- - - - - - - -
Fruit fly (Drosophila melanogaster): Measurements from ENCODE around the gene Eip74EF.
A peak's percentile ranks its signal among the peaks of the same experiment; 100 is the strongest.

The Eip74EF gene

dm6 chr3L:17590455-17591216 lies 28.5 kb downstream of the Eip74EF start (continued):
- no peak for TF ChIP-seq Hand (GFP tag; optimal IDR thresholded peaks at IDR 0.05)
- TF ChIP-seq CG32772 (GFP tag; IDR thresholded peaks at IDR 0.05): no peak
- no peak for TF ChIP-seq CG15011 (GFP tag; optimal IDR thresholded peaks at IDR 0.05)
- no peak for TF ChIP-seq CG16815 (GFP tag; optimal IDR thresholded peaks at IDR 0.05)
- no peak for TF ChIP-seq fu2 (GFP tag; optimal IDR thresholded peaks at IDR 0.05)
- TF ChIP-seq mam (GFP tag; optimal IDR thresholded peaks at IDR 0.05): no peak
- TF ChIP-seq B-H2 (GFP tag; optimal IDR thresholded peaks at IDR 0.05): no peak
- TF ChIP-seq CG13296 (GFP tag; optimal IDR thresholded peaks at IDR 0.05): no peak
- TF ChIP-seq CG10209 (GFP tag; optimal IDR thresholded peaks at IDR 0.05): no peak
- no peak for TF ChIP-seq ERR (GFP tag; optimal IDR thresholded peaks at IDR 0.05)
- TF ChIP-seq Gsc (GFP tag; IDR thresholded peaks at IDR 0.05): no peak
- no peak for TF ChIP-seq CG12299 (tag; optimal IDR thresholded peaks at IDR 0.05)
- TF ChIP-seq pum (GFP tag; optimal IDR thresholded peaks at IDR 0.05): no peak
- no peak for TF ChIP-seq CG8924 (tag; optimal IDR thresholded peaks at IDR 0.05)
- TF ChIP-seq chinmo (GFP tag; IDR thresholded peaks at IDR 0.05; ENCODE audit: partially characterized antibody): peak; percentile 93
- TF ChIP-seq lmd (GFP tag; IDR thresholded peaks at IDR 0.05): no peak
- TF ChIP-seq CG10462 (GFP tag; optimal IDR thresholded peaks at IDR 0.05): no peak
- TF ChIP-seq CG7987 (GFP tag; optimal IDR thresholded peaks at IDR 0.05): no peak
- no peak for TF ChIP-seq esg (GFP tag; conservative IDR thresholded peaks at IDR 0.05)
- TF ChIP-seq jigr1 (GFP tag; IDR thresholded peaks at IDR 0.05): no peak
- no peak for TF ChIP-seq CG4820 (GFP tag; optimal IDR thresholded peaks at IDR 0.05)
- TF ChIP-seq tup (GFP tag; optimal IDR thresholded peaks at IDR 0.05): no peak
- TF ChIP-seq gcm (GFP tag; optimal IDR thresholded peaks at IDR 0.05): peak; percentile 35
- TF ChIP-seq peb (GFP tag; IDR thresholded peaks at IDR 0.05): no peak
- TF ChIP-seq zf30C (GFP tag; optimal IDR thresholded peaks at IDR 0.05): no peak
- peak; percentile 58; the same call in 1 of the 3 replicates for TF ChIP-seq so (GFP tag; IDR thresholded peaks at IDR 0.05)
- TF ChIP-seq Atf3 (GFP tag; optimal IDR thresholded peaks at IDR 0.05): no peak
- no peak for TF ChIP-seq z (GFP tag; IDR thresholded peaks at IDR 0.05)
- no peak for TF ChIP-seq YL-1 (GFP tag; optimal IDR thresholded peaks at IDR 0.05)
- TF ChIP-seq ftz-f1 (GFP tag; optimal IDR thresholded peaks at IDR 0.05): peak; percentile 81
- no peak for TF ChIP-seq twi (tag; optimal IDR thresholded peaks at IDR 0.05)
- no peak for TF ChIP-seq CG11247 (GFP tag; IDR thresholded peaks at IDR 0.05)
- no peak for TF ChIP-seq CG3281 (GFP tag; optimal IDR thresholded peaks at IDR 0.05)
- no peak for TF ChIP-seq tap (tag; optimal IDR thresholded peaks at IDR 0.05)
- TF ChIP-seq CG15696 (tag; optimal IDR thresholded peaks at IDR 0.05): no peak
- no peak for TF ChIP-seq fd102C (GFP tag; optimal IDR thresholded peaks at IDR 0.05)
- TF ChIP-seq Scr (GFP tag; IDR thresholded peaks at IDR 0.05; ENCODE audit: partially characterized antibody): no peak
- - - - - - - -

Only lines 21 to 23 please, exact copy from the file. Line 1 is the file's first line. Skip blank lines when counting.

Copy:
- TF ChIP-seq CG10462 (GFP tag; optimal IDR thresholded peaks at IDR 0.05): no peak
- TF ChIP-seq CG7987 (GFP tag; optimal IDR thresholded peaks at IDR 0.05): no peak
- no peak for TF ChIP-seq esg (GFP tag; conservative IDR thresholded peaks at IDR 0.05)